Grants Awarded in 2014 – Congratulations to the following!

Dr. Steven Grover: $448,245 from the Canadian Institutes of Health Research for his study Canadian Health Improvement Network to Upgrade Prevention Services (CHIN-UPS) Evaluating a multidisciplinary health promotion program in community pharmacies

Dr. Nandini Dendukuri
(with Lawrence Joseph):  $256,932  from CIHR – "Statistical methods to support diagnosis of childhood tuberculosis in the absence of a gold-standard reference"


Dr. Nitika Pai: $198,394 (2 years) from CIHR HIV/AIDS Research Initiative – "Evaluation of an HIV self-testing strategy in community clinics for men who have sex with men"

Dr. Kaberi Dasgupta:  $200,000 from the Lawson Foundation Diabetes Funding Opportunity – "The MoMMii study. Effects of a multimodal diabetes prevention intervention on families with a history of gestational diabetes"

Serene Joseph  (Theresa Gyorkos’ PhD Student): $10,000 from CIHR Planning and Dissemination Grant - Institute Community Support – "Informing policy and practice on deworming in early preschool-age children: from local to global audiences"   

Dr. Louise Pilote: $40,000 from the Heart and Stroke Foundation – HAVEN, "Hypertension in the very elderly men and women trial"

Dr. Sasha Bernatsky: $10,000 from the CIHR (Planning and Dissemination Grant - Institute Community Support) – "Long-term Outcomes for Mothers with Rheumatic Diseases and their offspring"  

Dr. Anne-Sophie Brazeau (Kaberi Dasgupta's post-doctoral student):  $40,000 per year two-year post doc award from the Heart and Stroke Foundation to work on the MoMMii study.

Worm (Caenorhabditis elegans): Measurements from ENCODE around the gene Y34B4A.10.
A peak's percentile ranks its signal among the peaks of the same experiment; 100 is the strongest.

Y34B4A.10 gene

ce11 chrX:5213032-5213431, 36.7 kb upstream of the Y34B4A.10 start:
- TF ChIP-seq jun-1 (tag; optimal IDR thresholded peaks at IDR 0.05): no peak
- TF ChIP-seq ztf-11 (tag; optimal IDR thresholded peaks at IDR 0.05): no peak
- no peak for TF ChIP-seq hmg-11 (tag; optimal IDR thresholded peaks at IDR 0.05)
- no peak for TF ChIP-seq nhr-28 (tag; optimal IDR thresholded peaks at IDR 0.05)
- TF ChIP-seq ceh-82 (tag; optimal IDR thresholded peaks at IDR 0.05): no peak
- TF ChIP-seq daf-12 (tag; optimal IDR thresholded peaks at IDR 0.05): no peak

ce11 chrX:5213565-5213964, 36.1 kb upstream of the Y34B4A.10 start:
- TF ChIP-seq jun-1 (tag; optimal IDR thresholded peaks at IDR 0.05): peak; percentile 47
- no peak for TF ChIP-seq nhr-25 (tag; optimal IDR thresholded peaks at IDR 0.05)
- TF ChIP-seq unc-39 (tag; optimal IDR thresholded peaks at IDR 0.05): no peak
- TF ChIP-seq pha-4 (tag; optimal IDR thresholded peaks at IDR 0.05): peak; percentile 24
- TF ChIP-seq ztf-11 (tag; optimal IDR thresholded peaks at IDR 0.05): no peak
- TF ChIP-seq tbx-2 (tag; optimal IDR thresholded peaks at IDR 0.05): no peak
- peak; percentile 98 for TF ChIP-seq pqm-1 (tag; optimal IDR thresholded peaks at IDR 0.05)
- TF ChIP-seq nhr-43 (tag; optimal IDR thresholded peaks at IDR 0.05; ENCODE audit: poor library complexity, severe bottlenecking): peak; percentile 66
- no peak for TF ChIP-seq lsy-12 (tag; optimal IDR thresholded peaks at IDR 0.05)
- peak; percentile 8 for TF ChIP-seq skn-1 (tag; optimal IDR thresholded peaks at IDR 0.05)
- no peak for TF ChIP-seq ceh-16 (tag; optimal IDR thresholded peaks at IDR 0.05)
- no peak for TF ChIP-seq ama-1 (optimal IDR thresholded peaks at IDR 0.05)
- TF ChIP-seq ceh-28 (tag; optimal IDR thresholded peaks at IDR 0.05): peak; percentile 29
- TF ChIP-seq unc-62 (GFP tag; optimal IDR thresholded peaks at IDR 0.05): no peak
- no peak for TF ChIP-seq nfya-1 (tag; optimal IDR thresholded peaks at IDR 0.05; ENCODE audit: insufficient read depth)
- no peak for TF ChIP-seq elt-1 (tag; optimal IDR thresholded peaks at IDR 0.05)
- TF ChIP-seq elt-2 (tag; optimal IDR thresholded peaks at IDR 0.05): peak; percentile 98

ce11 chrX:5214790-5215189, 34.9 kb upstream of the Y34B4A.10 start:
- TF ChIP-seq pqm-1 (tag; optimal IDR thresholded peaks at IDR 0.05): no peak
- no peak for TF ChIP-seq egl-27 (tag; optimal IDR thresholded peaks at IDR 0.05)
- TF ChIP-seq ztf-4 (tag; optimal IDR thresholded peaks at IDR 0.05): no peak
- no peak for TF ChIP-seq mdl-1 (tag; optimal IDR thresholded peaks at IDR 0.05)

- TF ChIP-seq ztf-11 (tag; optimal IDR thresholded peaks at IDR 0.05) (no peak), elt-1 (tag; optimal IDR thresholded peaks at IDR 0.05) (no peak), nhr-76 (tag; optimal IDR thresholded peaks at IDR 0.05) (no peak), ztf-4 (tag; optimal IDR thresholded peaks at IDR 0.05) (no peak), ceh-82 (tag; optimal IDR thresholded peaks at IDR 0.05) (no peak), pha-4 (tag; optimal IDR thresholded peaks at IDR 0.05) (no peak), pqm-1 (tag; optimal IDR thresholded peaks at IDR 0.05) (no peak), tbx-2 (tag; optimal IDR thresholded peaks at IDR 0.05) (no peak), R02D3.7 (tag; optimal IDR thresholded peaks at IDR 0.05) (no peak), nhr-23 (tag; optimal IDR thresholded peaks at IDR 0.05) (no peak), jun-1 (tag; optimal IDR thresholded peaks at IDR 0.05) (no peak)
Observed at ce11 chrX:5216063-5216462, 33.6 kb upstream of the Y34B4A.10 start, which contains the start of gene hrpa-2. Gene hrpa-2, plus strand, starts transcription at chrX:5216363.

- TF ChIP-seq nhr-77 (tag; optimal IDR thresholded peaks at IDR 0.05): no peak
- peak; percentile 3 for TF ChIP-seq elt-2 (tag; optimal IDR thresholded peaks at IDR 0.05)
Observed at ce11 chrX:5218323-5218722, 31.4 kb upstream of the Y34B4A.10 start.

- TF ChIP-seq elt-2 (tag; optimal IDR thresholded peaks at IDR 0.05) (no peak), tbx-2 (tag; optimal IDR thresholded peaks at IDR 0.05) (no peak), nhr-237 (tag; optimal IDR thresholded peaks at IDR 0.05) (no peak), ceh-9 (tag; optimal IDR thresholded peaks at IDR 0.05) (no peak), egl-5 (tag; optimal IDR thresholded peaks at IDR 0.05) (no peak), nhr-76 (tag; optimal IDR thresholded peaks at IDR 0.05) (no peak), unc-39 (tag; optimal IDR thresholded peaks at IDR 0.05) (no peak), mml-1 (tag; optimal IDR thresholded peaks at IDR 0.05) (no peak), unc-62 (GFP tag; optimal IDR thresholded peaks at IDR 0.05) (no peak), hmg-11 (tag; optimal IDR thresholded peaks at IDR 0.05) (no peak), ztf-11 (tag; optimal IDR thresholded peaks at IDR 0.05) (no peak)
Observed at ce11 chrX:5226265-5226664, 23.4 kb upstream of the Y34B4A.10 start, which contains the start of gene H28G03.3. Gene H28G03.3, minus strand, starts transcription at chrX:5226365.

Dr. Susan Bartlett (with Dr. Clifton Bingham at Johns Hopkins University): $700,000 from PCORI – “Making PROMIS Meaningful to Patients and Providers in Clinical Practice”

Drs. Lesley Fellows and Nancy Mayo: $50,000 from the Heart and Stroke Foundation – Getting stroke care pathways on the right track: Shifting the focus from processes to outcomes.









The CAnadian Network for Advanced Interdisciplinary Methods for comparative effectiveness research (CAN-AIM) team was funded by CIHR to develop novel methods using prospective longitudinal cohorts and to respond to key knowledge gaps regarding drug safety and effectiveness by answering queries which arise from Health Canada and other regulatory parties. Our demonstration project looked at the comparative effectiveness of anti-tumor necrosis factor (TNF) agents versus traditional disease-modifying agents (DMARDs) in reducing orthopedic surgery in rheumatoid arthritis (RA).

For information on our preliminary results or for more information on our team, please visit our website http://canaim.ca/ or contact Autumn Neville at autumn.neville@clinepi.mcgill.ca.





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